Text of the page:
As the debate over the president’s economic policy rages and we head into the final vote on Obama’s budget, the strongest reason for voters to support the Democratic incumbents was their work to pass a budget and recovery plan that includes greater care for our veterans and investments in alternative energy. The most potent attacks on Republican incumbents centered on their votes against the biggest middle class tax cut in history and their rejection of President Obama’s economic policies in favor of the same Bush policies that continue to favor the wealthy and corporations over the middle class.

Democratic Incumbents Solid; Republicans More Vulnerable

In our second survey in the 40 most marginal Democratic-held seats, we see the Democratic incumbents holding a stable 13-point advantage (52 to 39 percent, virtually unchanged from January) with those in the most competitive seats leading their Republican opponents 51 to 39 percent. Across the Republican battleground, the incumbents’ lead is half that – they lead their Democratic challengers just 48 to 42 percent.

While the Democratic incumbents are in stronger electoral position, it is important to note that they could still face competitive races. While they do well on being “honest,” “fighting for the people in their districts” and being “in touch,” barely 40 percent of voters say they will definitely or probably vote to reelect their member of Congress, with similar numbers in Republican districts.[4],[5] At the moment, the tide is still helping Democrats, with a good plurality saying they want to reelect their Democratic representative because they will fight for change, while in the Republican seats, a plurality says they want to vote in 2010 for a Democrat who will work with President Obama.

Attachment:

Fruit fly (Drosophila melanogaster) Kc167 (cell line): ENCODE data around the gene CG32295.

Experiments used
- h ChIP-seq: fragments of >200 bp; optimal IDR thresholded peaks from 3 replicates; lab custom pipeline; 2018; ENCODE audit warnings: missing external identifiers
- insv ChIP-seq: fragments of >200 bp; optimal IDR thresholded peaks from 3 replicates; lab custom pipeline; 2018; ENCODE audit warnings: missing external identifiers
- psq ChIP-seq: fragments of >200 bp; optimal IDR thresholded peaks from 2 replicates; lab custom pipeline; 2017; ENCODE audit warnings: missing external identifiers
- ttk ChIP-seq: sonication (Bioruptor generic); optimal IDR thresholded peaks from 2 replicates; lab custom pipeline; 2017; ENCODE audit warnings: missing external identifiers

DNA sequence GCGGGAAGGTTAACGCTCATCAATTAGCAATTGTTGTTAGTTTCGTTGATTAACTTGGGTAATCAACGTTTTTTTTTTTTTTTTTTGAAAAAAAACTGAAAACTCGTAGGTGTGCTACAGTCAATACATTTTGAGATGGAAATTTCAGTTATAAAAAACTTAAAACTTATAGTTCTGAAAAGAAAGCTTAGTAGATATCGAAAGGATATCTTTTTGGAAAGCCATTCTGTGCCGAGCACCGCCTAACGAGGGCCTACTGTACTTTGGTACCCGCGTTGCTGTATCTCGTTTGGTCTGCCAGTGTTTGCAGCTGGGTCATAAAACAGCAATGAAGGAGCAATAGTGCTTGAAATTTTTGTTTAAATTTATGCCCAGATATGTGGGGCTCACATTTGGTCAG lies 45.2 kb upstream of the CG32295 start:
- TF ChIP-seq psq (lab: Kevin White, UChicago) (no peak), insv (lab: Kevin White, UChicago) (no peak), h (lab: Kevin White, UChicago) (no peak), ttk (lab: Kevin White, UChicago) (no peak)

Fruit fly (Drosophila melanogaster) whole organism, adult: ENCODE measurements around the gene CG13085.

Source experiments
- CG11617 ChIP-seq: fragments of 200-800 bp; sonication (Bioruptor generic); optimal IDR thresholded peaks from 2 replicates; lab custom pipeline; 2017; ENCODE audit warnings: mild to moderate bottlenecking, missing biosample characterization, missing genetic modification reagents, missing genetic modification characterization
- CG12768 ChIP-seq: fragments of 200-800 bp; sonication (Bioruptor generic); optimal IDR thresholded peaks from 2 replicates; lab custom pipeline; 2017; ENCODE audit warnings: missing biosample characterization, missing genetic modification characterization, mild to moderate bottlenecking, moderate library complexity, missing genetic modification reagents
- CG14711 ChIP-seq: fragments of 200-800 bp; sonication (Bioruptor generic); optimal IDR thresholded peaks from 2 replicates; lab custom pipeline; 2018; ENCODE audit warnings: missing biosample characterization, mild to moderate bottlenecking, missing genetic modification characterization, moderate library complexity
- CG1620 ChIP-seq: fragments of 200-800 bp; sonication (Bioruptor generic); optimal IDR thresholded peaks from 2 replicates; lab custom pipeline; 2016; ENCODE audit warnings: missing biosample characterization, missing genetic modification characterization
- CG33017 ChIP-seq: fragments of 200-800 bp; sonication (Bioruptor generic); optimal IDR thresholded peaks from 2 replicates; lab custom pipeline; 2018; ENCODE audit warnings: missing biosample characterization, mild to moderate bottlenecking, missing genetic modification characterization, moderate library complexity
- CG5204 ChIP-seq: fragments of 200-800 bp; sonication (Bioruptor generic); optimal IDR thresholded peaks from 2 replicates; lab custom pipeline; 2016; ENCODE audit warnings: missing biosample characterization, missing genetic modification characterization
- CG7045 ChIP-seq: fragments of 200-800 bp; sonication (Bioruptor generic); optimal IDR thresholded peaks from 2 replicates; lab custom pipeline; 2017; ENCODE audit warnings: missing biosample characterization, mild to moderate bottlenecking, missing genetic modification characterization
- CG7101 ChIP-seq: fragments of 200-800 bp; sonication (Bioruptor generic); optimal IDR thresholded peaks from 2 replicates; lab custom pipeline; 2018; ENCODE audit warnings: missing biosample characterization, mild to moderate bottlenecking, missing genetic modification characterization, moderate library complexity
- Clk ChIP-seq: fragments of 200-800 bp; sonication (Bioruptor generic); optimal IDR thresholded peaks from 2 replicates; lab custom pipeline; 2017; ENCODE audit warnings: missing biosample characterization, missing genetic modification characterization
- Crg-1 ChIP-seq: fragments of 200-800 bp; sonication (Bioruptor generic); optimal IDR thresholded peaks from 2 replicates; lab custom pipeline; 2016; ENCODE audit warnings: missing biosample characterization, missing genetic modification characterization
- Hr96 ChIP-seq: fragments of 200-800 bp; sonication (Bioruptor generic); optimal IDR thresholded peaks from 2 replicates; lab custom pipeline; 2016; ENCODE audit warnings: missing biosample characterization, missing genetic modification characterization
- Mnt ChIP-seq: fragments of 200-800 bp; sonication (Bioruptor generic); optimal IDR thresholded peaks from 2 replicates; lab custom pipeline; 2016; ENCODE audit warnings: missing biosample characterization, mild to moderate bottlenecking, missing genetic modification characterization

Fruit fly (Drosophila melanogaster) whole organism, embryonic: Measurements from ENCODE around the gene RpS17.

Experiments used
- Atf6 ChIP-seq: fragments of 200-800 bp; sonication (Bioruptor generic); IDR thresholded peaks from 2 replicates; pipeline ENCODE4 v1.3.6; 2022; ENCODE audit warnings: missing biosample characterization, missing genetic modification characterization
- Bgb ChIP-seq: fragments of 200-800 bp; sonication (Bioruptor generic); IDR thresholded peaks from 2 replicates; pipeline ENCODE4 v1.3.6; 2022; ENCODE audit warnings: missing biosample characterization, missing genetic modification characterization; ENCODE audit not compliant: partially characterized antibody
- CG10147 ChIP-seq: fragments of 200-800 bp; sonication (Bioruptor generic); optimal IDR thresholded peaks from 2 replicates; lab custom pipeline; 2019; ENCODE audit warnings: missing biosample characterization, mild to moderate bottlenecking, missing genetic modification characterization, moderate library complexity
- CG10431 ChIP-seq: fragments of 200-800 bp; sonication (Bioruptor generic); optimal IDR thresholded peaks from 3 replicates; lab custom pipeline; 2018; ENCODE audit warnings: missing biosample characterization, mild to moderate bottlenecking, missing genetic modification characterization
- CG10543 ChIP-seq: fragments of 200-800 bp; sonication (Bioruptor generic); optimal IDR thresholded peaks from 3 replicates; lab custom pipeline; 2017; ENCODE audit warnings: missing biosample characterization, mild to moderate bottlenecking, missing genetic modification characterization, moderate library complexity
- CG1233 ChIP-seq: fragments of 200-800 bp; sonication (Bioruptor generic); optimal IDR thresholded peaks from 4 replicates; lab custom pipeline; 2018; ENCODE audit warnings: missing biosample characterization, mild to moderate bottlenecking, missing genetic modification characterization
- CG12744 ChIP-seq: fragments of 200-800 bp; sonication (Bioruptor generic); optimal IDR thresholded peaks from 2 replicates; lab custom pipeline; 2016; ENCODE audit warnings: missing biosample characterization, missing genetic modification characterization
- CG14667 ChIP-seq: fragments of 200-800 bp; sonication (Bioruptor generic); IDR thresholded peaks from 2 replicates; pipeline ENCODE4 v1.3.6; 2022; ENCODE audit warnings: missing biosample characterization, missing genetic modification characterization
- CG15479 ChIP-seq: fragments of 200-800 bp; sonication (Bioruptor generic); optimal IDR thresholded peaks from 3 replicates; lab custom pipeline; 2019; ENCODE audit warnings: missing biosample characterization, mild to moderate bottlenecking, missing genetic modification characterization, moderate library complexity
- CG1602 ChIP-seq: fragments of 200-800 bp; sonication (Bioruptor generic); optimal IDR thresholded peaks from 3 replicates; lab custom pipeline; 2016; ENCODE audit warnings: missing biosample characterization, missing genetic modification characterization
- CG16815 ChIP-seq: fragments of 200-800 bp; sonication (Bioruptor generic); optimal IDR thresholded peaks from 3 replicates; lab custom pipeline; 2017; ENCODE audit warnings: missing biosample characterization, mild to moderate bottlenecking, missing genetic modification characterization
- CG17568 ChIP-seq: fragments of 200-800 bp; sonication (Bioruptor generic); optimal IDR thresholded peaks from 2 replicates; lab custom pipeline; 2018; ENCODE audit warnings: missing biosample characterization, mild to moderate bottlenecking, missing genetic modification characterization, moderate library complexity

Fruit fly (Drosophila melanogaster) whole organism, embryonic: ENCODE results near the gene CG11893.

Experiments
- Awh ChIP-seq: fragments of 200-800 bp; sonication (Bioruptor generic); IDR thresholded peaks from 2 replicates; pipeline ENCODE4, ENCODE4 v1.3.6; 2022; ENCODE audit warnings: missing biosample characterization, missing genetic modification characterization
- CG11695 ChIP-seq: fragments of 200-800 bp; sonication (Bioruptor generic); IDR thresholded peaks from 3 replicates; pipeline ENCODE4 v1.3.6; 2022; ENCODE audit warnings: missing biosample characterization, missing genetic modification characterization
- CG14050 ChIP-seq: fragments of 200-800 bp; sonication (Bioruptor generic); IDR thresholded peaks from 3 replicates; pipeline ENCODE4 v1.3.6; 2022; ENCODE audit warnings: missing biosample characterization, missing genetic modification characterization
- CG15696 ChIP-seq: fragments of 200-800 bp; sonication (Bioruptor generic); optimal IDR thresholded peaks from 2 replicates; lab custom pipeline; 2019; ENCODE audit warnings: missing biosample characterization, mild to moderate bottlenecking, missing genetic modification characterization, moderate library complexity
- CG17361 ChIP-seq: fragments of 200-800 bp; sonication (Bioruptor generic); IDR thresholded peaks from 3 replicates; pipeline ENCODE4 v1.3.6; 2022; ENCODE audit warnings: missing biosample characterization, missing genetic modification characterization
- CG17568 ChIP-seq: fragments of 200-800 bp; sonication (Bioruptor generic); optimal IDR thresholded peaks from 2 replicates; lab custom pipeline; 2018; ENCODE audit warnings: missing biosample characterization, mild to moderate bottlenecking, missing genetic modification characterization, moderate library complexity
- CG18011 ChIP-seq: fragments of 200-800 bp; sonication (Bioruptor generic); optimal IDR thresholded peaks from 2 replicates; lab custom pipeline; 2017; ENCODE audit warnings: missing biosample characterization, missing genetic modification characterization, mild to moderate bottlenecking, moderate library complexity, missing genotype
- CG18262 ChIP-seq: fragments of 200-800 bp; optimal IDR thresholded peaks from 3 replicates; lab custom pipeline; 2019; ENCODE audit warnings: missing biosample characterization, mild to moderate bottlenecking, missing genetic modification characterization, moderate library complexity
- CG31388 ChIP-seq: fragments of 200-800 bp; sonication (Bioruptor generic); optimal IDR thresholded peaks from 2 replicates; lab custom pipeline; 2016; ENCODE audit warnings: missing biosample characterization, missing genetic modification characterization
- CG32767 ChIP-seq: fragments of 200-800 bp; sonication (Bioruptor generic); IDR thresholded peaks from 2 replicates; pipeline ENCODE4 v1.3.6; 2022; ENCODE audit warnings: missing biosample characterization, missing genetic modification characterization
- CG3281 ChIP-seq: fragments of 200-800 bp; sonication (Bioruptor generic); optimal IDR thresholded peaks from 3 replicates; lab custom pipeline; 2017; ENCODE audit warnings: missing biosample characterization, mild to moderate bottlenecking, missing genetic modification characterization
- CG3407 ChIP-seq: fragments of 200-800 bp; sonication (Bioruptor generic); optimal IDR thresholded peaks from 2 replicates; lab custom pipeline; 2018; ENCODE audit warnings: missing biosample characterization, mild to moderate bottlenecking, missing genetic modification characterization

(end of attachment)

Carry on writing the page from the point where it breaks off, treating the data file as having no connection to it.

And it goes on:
Even more troubling for these Republican incumbents is the softness of their support. After we play out a debate over President Obama’s economic policies, voters shift a net 7 points toward the Democratic challengers, erasing the 6-point advantage the Republican incumbents held and moving the race to a dead heat. The economic debate not only brings home the Democratic base (moving Democrats by a net of 9 points), but also wins over a highly receptive middle.

Budget Favored in Republican Districts, though Support Split in Most Competitive Democratic Districts